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California group joins FIFA fold


Following the strategy implemented with the first opening of the FIFA Medical Centre of Excellence at the Schulthess clinic in Zurich in May 2005, the world governing body of football has decided to set-up further FIFA Medical Centres of Excellence across all continents to ensure that players have access to high quality football medicine. In a first phase, five more selected centres have received the official accreditation after careful evaluation of their application by the FIFA Sports Medical Committee.

On 10 December 2007, Jiri Dvorak, FIFA's Chief Medical Officer and Chairman of the FIFA Medical Assessment and Research Centre (F-MARC), officially presented Dr Bert Mandelbaum, director, with the official accreditation certificate for the Santa Monica Orthopaedic and Sports Medicine Group.

"This is an incredible honour for our multidisciplinary centre to be recognized as a FIFA Medical Centre of Excellence," said Dr Mandelbaum. "Having the opportunity to be part of FIFA's focus on research and education for prevention, injury care and rehabilitation, and performance optimisation in soccer players here in the U.S. is a mission we are excited to be involved in." Dr Mandelbaum is a member of US Soccer's Sports Medicine initiatives since 1990, working with thousands of athletes and virtually every U.S. National Team in that time. In this capacity he worked at four FIFA World Cups for the men's and two for the women in that period.

The vision behind creating a network of medical centres across the world is to ensure that players on all continents know where to go for expert care in football medicine, such as the prevention of injuries, early detection of risk factors for sudden cardiac death, as well as state-of-the-art diagnosis and therapy services. For more than twelve years, Santa Monica Orthopaedic has depended upon a multi-disciplinary approach to sports medicine. The football athletes treated there have medical issues that exceed any one medical provider's expertise. In order to optimise the athlete's physical, mental and emotional health, advice of specialty consultants hand picked from a metropolitan area rich in first rate clinicians and scientists is sought.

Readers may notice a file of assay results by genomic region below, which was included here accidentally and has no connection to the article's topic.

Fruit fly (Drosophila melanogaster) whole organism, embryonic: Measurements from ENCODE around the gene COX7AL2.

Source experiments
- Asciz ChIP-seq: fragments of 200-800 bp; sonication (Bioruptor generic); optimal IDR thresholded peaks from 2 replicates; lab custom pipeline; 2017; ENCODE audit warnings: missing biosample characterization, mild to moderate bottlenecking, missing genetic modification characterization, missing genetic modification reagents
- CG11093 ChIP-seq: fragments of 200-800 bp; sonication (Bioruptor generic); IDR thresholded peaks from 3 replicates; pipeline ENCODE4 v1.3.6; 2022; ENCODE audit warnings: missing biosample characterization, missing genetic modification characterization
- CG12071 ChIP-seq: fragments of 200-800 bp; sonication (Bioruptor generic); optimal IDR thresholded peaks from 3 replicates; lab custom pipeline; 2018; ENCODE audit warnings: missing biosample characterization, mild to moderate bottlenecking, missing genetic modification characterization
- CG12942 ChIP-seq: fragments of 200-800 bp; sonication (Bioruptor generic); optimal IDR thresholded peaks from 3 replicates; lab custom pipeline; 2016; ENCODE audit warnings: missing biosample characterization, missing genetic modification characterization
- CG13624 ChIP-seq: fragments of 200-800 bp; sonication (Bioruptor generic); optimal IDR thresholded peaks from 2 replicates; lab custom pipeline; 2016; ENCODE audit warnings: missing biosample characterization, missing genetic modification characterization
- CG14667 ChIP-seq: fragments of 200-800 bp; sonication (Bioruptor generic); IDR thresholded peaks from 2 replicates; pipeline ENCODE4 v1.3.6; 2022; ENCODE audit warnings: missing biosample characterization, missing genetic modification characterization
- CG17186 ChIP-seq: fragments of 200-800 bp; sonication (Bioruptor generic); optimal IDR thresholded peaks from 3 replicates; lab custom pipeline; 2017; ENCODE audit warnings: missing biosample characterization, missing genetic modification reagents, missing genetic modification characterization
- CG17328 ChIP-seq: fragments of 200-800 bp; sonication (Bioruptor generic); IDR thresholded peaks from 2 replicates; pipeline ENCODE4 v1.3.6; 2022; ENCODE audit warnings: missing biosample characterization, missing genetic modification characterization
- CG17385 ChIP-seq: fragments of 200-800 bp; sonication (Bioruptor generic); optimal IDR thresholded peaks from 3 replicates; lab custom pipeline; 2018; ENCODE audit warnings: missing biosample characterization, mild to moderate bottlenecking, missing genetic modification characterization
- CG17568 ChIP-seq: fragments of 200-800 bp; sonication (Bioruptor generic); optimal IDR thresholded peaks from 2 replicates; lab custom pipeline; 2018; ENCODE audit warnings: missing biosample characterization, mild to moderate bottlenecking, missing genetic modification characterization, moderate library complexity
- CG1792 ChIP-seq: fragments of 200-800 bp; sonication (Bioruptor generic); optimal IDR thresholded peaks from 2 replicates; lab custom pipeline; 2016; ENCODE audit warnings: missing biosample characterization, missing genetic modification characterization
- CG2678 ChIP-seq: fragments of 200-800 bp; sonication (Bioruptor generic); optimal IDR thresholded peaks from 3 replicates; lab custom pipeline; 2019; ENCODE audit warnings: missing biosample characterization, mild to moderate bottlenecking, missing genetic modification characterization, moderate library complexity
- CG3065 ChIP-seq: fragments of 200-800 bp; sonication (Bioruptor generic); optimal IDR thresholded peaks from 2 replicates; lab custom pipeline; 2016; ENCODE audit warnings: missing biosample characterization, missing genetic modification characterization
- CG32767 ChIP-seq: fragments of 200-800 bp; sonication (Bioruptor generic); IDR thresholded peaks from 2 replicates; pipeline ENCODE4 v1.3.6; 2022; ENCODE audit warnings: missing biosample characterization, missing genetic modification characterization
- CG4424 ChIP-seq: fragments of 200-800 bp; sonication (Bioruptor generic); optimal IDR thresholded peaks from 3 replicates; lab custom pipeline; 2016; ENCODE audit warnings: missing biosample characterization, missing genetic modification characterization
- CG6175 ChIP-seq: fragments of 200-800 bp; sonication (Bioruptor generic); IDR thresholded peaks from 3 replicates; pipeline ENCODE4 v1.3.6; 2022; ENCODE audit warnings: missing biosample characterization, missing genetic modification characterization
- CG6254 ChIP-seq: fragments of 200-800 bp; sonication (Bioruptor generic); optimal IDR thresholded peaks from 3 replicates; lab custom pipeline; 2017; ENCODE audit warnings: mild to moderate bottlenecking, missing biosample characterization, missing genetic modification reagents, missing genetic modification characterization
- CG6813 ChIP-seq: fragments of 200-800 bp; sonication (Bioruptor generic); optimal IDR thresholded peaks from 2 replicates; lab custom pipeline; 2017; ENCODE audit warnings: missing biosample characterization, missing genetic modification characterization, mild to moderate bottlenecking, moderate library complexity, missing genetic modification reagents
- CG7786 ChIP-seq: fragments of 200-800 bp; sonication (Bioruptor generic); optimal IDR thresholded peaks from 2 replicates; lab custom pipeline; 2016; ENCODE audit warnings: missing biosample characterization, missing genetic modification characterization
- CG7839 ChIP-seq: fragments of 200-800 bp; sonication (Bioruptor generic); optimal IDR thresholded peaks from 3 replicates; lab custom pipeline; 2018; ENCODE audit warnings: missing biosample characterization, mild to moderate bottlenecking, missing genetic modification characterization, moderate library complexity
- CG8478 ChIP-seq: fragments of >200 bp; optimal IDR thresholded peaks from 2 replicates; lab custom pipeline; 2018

Prevention efforts of Santa Monica Orthopaedic have addressed two common injuries present in the male and female game. Their first effort was focused directly on the prevention of ACL injury in the female athlete. Due to the increasing incidence in football, the research team developed the PEP-programme, a twenty-minute alternative warm-up programme to actively address the some deficits present in high risk female footballers with the ultimate goal of decreasing the incidence of ACL injury.

Approximately 2000 PEP videos/DVDs have been distributed worldwide. The second focus of their collective prevention efforts has been devoted to the male football athlete and the high incidence of groin related injuries. The clinical multi-disciplinary approach is equally applied to the research of Santa Monica Orthopaedic. "Research can be awkward without good clinical input and vice versa", says Dr Mandelbaum.

"The accumulated body of knowledge in football medicine needs to be practically implemented so that players can fully benefit from state-of-the-art prevention, treatment and rehabilitation," said Prof. Dvorak. "FIFA Medical Centres of Excellence like the Santa Monica Orthopaedic and Sports Medicine Group ensure this. In addition, they educate and train the next generation of clinical specialists and scientists committed to football medicine."

On 14 December, the St Marianna University School of Medicine in Kawasaki, Japan will be inaugurated as the third FIFA Medical Centre of Excellence by Michel D'Hooghe, MD, Chairman of the FIFA Sports Medical Committee. The adidas Sports Medicine Centre in Auckland/New Zealand, the Centre for Exercise Science and Sports Medicine at the University of Witwatersrand in Johannesburg/South Africa and the Orthocentre of the Technical University Munich will follow in early 2008.

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